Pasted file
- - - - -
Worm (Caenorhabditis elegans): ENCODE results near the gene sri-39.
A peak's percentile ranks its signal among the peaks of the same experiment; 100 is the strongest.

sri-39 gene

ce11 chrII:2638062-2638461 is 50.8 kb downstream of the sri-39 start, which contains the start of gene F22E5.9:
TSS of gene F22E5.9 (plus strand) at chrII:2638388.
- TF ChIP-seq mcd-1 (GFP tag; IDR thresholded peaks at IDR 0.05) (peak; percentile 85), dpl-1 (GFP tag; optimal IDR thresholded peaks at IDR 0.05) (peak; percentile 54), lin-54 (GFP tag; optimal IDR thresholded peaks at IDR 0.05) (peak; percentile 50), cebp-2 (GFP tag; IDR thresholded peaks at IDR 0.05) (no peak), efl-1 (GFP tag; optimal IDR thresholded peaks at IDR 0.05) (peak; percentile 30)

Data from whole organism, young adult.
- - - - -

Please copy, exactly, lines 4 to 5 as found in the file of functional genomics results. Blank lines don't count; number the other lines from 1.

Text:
ce11 chrII:2638062-2638461 is 50.8 kb downstream of the sri-39 start, which contains the start of gene F22E5.9:
TSS of gene F22E5.9 (plus strand) at chrII:2638388.